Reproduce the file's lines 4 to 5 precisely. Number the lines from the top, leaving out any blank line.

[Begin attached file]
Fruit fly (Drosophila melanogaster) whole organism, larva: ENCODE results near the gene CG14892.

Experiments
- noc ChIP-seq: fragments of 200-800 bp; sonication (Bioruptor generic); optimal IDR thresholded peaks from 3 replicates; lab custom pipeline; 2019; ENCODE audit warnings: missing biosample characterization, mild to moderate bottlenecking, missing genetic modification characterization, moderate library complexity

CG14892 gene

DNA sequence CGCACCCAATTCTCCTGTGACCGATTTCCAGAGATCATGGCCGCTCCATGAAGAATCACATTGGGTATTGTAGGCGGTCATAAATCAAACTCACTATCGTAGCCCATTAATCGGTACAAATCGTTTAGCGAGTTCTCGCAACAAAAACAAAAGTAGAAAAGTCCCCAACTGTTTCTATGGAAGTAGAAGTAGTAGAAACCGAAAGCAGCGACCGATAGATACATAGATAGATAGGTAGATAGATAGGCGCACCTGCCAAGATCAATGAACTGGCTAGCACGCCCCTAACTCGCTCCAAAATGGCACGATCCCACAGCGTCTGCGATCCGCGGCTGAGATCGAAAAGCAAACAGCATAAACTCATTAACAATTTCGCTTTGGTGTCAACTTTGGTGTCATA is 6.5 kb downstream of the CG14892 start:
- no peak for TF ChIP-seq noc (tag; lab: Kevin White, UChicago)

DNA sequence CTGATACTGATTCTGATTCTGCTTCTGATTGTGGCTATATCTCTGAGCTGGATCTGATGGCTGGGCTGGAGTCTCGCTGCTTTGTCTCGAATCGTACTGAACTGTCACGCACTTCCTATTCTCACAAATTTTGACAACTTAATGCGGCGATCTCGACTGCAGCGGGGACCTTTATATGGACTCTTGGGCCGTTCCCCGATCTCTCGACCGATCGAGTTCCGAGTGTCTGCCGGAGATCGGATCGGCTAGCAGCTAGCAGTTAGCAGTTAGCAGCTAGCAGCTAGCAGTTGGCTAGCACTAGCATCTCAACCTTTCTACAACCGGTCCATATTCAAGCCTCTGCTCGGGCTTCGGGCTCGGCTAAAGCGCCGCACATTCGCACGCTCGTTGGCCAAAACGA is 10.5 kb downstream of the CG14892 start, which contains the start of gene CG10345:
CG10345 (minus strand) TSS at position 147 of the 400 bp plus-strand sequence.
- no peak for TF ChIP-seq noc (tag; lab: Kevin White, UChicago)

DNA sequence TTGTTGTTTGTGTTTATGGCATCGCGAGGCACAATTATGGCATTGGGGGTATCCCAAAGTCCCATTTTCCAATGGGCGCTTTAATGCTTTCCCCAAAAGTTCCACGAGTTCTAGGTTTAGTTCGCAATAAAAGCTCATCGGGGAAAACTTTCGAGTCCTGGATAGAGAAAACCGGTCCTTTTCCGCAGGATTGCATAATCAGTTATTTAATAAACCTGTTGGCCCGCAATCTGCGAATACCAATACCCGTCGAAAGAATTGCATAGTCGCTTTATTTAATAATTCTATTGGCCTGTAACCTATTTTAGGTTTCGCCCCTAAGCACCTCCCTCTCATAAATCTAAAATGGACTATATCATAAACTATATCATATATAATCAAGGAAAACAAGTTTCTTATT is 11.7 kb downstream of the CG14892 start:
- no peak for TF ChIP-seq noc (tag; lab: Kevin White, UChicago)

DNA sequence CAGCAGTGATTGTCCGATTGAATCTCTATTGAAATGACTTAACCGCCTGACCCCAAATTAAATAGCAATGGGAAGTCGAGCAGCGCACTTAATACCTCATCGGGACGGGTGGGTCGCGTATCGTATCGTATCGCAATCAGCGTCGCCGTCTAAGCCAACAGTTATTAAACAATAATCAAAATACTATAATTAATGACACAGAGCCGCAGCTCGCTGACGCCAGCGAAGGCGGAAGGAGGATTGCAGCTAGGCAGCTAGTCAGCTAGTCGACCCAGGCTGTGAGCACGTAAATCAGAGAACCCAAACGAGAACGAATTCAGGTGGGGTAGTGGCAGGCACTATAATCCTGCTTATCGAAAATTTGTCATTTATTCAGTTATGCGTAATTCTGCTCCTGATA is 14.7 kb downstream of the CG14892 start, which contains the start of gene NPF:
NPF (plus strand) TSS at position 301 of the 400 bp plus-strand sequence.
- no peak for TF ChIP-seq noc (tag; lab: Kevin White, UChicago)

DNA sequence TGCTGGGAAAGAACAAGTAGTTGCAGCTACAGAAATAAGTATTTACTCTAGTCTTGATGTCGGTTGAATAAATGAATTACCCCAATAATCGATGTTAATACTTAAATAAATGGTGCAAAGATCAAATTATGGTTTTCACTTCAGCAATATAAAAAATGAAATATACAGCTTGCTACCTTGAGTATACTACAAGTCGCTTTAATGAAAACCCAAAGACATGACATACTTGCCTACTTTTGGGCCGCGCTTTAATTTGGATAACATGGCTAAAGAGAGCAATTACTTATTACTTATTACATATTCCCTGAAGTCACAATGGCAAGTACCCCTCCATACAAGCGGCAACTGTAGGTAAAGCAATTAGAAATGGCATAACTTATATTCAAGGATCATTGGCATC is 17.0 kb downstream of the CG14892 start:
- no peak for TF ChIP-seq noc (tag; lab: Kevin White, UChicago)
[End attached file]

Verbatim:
CG14892 gene

DNA sequence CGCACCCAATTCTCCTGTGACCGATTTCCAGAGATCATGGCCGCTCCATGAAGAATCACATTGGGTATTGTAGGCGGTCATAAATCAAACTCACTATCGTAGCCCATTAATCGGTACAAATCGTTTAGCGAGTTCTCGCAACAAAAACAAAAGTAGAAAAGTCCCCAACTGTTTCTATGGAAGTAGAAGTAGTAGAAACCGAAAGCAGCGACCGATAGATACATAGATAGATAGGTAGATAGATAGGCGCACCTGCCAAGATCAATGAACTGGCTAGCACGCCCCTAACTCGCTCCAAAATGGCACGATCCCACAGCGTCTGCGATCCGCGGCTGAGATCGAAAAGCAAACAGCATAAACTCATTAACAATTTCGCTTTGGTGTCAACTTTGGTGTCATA is 6.5 kb downstream of the CG14892 start: